“In one study Baron and Ritov (1993) presented people with hypothetical corporate liability cases in which corporations could be required to pay fines. In one set of cases a corporation that manufactures vaccines is being sued because a child died as a result of taking one of its flu vaccines. Subjects were given multiple versions of this case. In one version, it was stipulated that a fine would have a positive deterrent effect. That is, a fine would make the company produce a safer vaccine. In a different version, it was stipulated that a fine would have a “perverse” effect. Instead of causing the firm to make a safer vaccine available, a fine would cause the company to stop making this kind of vaccine altogether, a bad result given that the vaccine in question does more good than harm and that no other firm is capable of making such a vaccine. Subjects indicated whether they thought a punitive fine was appropriate in either of these cases and whether the fine should differ between these two cases. A majority of subjects said that the fine should not differ at all.”
Retributive punishment is deontological, not consequentialist. Those who favor retribution don’t care about its consequences for society: they have an innate feeling that punishing someone who did wrong is a rule that should be obeyed—regardless of the social consequences.
Greene and Singer give other examples of things that have no inimical effect on society are nevertheless rejected via intuition as immoral. Three examples are a man who masturbates with a grocery-store chicken before cooking and eating it, a woman who cleans her toilet with an American flag, and a man who reneges on a promise to his dying mother to visit her grave every week. Such judgments are instinctive—deontological and not consequentialist. They stem from an innate outrage that something is wrong. Yet their consequences for society are nil.
- Why do we make such moral judgments about situations that have no negative consequences, and which we’d probably retract were we to think about them? All the authors think that instinctive judgments are largely a product of evolution. But of course these judgments must then be justified. When pressed, people who think about the chicken-masturbation or grave-visitation scenarios think up reasons—often not convincing—why these behaviors are immoral. All three authors suggest that these post facto rules are examples of confabulation: making up stuff post facto to rationalize your instinctive feelings. In this way, then, deontology can be seen as a poorly grounded form of morality—one that rests on instincts that evolved in situations that may no longer obtain. Far better, the authors agree, to be a consequentialist, for that involves some use of reason, reason that takes into account modern social conditions.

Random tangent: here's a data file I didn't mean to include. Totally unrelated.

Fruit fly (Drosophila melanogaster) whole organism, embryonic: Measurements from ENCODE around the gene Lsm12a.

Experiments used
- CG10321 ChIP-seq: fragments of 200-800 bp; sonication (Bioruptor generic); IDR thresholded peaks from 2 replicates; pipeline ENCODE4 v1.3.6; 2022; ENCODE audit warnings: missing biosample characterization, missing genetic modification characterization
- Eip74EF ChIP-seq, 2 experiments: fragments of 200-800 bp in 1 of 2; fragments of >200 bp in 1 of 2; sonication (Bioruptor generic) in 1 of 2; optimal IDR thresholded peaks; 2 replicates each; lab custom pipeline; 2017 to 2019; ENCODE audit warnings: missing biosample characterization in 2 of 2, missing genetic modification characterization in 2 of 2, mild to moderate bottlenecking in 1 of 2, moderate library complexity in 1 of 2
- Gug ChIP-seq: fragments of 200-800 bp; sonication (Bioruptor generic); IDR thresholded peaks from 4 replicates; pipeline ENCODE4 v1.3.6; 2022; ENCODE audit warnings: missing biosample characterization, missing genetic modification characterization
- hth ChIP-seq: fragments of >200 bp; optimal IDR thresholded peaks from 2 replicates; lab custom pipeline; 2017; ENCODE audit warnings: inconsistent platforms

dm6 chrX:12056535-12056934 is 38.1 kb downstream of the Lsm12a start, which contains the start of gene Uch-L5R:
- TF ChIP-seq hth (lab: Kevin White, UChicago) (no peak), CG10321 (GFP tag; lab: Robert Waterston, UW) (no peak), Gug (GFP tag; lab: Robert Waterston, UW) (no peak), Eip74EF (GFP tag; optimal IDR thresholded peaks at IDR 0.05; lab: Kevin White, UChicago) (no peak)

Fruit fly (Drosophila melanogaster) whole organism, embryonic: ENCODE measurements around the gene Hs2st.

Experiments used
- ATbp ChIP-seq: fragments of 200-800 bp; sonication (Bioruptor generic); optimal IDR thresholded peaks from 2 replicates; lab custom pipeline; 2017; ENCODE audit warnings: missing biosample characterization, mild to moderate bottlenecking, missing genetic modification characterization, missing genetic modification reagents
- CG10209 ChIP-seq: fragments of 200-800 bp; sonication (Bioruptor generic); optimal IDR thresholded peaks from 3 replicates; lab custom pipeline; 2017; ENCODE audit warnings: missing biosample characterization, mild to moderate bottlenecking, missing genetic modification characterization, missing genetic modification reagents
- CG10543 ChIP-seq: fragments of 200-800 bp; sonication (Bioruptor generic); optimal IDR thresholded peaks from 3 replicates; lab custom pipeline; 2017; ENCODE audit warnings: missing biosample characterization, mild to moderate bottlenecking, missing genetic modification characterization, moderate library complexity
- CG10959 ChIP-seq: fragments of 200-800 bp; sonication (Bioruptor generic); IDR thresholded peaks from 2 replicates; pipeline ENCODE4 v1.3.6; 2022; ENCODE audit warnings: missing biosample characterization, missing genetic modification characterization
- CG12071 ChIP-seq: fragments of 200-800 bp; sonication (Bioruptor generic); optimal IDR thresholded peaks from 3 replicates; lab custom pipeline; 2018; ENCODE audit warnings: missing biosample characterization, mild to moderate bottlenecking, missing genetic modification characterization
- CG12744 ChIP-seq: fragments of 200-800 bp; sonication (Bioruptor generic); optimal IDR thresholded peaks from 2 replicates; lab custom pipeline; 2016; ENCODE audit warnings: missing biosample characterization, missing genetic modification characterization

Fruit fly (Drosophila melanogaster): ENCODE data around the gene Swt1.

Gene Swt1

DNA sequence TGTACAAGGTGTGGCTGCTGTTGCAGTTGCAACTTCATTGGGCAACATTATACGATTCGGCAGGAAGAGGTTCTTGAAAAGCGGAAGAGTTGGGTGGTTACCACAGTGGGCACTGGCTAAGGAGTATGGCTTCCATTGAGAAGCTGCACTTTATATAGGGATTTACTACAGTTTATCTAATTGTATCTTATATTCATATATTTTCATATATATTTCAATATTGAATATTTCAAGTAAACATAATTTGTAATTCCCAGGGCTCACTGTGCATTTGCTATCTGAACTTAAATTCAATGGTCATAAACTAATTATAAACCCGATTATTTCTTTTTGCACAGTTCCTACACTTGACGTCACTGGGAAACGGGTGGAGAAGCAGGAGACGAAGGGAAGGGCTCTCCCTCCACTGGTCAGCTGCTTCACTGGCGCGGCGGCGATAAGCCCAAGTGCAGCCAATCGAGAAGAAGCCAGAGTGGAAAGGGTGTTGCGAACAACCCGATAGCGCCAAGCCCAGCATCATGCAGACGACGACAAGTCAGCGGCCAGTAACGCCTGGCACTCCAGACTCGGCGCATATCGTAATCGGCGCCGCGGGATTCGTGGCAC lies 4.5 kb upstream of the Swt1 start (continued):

- Haidt’s paper, with its cute title, is about how many of our judgments are driven by emotion rather than reason, and he gives many examples from his own work. The point of the title is that in cases of moral judgment we are often making the emotional dog (instinctive morality) wag the rational tail (our reasoned judgment), and that is not good. Haidt has a nice analogy about confabulating reasons post facto for our instinctive judgments, and our inability to persuade people to abandon their confabulations:
“If moral reasoning is generally a post-hoc construction intended to justify automatic moral intuitions, then our moral life is plagued by two illusions. The first illusion can be called the “wag-the-dog” illusion: we believe that our own moral judgment (the dog) is driven by our own moral reasoning (the tail). The second illusion can be called the “wag-the-other-dog’s- tail” illusion: in a moral argument, we expect the successful rebuttal of an opponent’s arguments to change the opponent’s mind. Such a belief is like thinking that forcing a dog’s tail to wag by moving it with your hand should make the dog happy.”
I have to agree with these author’s analyses: I, too, am a consequentialist—largely along the lines of Sam Harris, though we differ in whether we think (as does Sam) that such morality is objective. I feel it’s simply the best way to behave if we want a harmonious society, and I favor abandoning—I’ll find no seconders here!—the term “moral action” altogether.
As for theology, well, I doubt that any of us think that instinctive moral judgments are evidence for God. Much recent work of anthropologists and primatologists, most famously Frans de Waal, shows that the rudiments of human moral behavior can be seen in our close primate relatives.
But I also realized that theologians engage in the same kind of confabulation that Greene and others impute to moral deontologists. Theologians often begin with an ingrained religious belief—ingrained not by evolution but by their parents and peers. They then engage in a kind of sophisticated confabulation—called theology—to justify their innate beliefs. That’s theological deontology, also called “apologetics.” The more theology I read, the more convinced I become that theologians are simply educated grown-ups engaged in rationalizing childish (or child-like) beliefs.
I really do recommend setting aside some time and reading the papers below, and at least the two “trolley problem” chapters in Thomson’s book. I hope I’ve represented them fairly. If you must read only one, it should be Greene’s, but they really form a triad that should be read together. Then read Thomson’s book to learn about the trolley problem, and many other interesting moral issues. I guarantee that a. you’ll enjoy them, and b. they’ll make you think, even if you wind up rejecting their premises.
Greene, J. D. 2007. The secret joke of Kant’s soul. pp. 35-79 in W. Sinnott-Armstrong, ed. Moral Psychology, Vol. 3: The Neuroscience of Morality: Emotion, Disease, and Development. MIT Press, Cambridge, MA.
Haidt, J. 2001. The emotional dog and its rational tail: A social intuitionist approach to moral judgment. Psych. Rev. 108:814-834.
Singer, P. 2005. Ethics and intuitions. J. Ethics 9:331-352. (download here, using utilitarian.net site).
Thomson, J. J. 1986. Rights, Restitution, and Risk: Essays in Moral Theory. Harvard University Press, Cambridge, MA